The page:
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Column: Code of Good Governance (16)

Hubert Rampersad

Following up on my previous article:

Relationship with company’s management and investors/shareholders

It is the board’s responsibility to implement a formal and well-defined management structure and then perform periodic monitoring and supervision of management’s performance. The board shall appoint officers whose authority shall include management and operation of current activities of the company, reporting to and under the direction of the board. The board should get directly involved in appointing the CEO/ President, Chief Financial Officer, Corporate Secretary and Internal Auditor. Each of these senior management members must have a proper description of the duties and responsibilities to be performed, rights and powers and internal reporting responsibilities. The board shall adopt by-laws prescribing each senior officer’s title, authorities, duties and internal reporting responsibilities. The key responsibilities of each officer should be defined as well, such as:

· CEO: shall have authority to act generally in the company’s name, representing the company’s interests in concluding transactions on the company’s behalf and giving instructions to other officers and company employees.

· Chief Financial Officer: shall be responsible and accountable for the complete, timely, reliable and accurate preparation of the company’s financial statements, in accordance with the accounting standards and policies of the company; and for presenting the board with a balanced and understandable assessment of the company’s financial position.

· Corporate Secretary: The duties shall include arranging, recording and following up on the actions, decisions and meeting of the board and of the shareholders in books to be kept for that purpose.

· Internal Auditor: The duties shall include providing an independent and objective review of the efficiency of the company’s operations. This would include a review of the accuracy and reliability of the company’s accounting records and financial reports as well as a review of the adequacy and effectiveness of the company’s risk management, control, and governance process.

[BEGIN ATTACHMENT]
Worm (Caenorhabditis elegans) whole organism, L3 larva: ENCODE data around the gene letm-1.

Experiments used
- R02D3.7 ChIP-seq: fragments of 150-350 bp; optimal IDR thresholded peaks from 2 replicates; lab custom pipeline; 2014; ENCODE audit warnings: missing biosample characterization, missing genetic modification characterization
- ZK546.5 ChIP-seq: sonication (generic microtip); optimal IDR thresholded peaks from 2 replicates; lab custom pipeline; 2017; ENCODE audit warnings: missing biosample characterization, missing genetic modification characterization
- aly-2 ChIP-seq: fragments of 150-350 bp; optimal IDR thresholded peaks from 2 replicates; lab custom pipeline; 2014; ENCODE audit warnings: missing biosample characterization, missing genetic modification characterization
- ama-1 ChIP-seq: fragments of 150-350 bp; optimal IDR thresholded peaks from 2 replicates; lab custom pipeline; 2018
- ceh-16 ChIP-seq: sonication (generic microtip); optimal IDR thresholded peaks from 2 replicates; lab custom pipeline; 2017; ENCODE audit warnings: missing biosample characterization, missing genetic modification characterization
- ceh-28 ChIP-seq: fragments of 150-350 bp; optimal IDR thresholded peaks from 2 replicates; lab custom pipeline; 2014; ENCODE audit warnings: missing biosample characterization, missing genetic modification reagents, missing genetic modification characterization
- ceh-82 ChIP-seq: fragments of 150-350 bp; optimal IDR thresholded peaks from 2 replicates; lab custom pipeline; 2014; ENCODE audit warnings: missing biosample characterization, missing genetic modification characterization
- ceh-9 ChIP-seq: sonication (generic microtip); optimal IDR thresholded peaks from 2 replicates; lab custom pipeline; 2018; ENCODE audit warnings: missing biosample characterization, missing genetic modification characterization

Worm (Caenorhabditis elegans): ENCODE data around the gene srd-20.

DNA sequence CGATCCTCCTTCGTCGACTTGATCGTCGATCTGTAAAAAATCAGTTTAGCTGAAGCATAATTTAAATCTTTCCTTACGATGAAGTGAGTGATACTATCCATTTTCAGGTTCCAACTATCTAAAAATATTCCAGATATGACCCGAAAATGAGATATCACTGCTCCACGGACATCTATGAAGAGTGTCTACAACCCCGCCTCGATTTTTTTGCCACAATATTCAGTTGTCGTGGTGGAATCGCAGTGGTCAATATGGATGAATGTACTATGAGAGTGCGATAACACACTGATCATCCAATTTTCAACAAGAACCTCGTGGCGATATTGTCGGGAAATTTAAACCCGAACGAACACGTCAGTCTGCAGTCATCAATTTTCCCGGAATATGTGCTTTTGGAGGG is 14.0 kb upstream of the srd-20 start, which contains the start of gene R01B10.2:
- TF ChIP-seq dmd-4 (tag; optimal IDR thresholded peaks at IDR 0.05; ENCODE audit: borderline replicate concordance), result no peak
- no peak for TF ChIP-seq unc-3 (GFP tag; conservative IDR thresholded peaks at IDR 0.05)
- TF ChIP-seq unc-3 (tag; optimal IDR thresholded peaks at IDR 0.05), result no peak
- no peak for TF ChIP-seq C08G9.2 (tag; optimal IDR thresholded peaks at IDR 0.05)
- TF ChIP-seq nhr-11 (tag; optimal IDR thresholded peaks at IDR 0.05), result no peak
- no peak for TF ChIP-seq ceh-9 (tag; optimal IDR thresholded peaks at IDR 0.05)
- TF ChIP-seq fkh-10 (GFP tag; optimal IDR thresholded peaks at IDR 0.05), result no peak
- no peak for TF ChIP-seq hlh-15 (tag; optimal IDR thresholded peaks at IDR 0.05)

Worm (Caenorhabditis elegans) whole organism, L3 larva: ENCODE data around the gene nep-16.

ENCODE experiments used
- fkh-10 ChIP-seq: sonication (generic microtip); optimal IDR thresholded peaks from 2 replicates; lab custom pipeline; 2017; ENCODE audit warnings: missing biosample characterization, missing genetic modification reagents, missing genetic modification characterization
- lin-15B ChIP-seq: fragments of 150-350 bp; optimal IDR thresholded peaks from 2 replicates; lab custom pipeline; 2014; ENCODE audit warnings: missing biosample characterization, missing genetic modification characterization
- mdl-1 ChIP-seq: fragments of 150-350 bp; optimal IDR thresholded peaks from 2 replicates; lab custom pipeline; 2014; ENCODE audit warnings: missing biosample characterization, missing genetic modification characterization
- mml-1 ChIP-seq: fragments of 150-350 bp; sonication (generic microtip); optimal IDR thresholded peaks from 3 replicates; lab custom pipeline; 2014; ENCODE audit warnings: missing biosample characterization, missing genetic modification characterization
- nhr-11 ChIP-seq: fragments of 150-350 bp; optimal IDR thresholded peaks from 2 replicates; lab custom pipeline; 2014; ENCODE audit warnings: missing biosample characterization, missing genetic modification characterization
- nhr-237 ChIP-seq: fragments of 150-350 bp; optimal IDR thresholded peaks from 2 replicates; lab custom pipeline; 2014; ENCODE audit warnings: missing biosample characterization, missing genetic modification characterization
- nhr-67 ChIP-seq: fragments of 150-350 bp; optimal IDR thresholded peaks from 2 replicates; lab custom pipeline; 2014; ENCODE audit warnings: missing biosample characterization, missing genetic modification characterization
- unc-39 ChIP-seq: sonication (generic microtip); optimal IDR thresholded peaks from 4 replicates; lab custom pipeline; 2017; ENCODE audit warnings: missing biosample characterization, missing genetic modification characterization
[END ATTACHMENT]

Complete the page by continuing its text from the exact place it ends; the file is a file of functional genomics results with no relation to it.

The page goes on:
The board is also responsible for ensuring the continued operations of the business in case key person(s) become unavailable. The board should get closely involved in the succession planning process to identify, define, and train suitable backup personnel in case primary person(s) become unavailable. Both short-term and long-term succession plans should be considered. At least annually the board shall review and concur in a succession plan addressing the policies and principles for selecting a successor to the CEO, both in emergencies and in the normal course of business. The succession plan should include an assessment of the experience, performance, skills, and planned career paths for possible successors to the CEO. The board of directors should also assign goals and targets for the senior management, including CEO. These should be aligned with the business strategy and should be challenging yet realistic. The Chairman of the board should review performance of CEO against the pre-defined targets. The board is also responsible to maintain relationship with the shareholders of the company.

Corporate Secretary

Corporate Secretary or Board Secretary is the term used to define a senior level officer in an organization who is tasked with coordinating all aspects of board functions. Corporate secretary is a person who is given general responsibility for reviewing the company’s procedures and advising the board directly on such matters. We recommend that whenever practical, the Corporate Secretary should be a person with legal or similar professional experience and training. As discussed above, the duties of corporate secretary include arranging, recording and following up on the actions, decisions and meeting of the board and of the shareholders.

The Corporate Secretary should keep open and continuous channels with all members of the board, and should provide any information requested by the board member in timely fashion. The Corporate Secretary is also responsible for ensuring that all directors have filled out relevant conflict of interest, code of conduct and other documents; regulators have approved the appointment of new directors or have approved renewal of terms for existing directors, etc. For these tasks, the Corporate Secretary works in close coordination with Nomination and Remuneration Committees of the board of directors. Due to the importance of this role in overall functioning of the board, we advise that the appointment and removal of the Corporate Secretary should be a matter for the board as a whole, not for the CEO or any other officer.

This article will be continued in the next part of this column.

Hubert Rampersad

Hubert Rampersad is president at Business School of the Americas. This column is drawn from his new book “Authentic Governance; Aligning Personal Governance with Corporate Governance” (Hubert Rampersad & Saleh Hussain, Springer USA, New York, 2013). He can be reached at ; | His books | His interviews in BusinessWeek & Fortune Magazine | His You Tube Video